Pomegranate Spritz

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As the year draws to a close, we all turn to ways to celebrate the old and ring in the new. Across the globe, people mark the occasion with special food and drink, much of which is produce-centric! 

In Spain, it is common to eat 12 grapes (Las Doce Uvas de la Suerte) in rapid succession at the stroke of midnight for prosperity and good luck: one grape for each month in the new year. Just make sure you chew them well! 

The wish for wealth in the new year is the most popular food-based tradition, with many cultures eating green and gold-hued foods to symbolize money. In some Asian traditions, oranges and honey are a popular combination. Lentils and black-eyed peas are also common, as they are round like coins. Cabbage and collard greens are often surrogates for dollars. Cornbread is also a food of choice – especially in the American South – due to its golden color. Needless to say, all of these symbols for good luck and wealth make for a very tasty, and veggie-filled, new year’s meal.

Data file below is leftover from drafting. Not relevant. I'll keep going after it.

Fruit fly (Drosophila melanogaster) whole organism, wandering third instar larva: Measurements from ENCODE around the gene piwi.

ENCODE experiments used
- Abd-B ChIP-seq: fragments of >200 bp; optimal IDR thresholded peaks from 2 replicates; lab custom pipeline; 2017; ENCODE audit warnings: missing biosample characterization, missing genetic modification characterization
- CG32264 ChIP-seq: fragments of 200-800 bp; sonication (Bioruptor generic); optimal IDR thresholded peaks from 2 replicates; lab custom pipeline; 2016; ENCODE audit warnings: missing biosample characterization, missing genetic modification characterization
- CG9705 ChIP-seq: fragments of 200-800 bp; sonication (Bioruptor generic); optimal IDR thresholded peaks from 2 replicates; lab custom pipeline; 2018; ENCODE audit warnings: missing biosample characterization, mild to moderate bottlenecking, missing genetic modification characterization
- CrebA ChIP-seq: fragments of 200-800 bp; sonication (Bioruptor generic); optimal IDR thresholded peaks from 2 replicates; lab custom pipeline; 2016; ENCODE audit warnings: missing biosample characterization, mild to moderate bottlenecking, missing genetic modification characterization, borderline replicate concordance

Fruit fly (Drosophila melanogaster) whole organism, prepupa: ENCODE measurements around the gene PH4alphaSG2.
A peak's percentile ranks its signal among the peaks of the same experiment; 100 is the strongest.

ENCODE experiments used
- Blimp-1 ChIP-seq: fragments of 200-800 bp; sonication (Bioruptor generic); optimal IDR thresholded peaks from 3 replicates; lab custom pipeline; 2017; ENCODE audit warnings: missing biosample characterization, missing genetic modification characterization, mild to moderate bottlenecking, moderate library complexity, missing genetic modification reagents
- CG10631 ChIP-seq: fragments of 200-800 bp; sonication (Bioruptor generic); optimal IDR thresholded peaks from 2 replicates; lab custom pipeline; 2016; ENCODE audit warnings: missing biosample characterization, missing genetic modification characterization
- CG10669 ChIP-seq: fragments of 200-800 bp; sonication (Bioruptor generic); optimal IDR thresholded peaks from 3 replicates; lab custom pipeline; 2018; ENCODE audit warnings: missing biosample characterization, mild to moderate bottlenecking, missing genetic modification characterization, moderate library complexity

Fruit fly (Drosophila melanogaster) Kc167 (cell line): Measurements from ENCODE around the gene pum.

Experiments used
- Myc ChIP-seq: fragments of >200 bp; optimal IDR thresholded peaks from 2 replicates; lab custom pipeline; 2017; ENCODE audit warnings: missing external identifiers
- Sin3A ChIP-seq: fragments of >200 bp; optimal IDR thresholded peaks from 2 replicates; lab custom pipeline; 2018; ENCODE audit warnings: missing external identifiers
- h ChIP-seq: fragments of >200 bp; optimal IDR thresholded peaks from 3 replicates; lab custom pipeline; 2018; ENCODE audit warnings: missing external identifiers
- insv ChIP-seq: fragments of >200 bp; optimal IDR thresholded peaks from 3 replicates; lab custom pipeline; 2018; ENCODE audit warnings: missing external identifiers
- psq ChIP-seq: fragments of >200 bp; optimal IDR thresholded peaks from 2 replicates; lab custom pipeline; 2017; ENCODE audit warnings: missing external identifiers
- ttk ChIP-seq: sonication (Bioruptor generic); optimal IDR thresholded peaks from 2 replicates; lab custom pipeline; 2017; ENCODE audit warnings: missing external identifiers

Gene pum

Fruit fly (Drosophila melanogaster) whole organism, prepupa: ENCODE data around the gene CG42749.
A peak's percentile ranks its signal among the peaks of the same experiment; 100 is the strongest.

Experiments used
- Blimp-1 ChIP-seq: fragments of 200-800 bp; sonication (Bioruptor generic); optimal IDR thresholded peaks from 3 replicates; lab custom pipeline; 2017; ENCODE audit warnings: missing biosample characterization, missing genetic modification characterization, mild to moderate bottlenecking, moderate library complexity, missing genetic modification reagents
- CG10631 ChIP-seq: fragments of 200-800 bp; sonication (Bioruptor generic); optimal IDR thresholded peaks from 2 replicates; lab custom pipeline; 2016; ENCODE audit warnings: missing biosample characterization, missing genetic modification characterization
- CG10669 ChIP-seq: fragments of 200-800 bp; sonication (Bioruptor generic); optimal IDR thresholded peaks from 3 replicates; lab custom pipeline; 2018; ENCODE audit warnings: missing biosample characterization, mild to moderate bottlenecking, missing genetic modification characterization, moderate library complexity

Pomegranate Spritz

For this month’s cocktail, I wanted to keep it simple, but provide a way to stay festive without much fuss. The Pomegranate is often used to symbolize fertility, luck, and prosperity. Considered the fruit of life, the Ancient Greeks would smash a pomegranate on New Year’s Day for good luck. This tradition is still practiced by some today to welcome health and wealth in the new year. The rosemary garnish is green to symbolize wealth. I hope this cocktail brings you all a bountiful new year!


  • 1 oz Pomegranate Juice
  • 4 oz Cava
  • 1 T Pomegranate Arils (the seeds)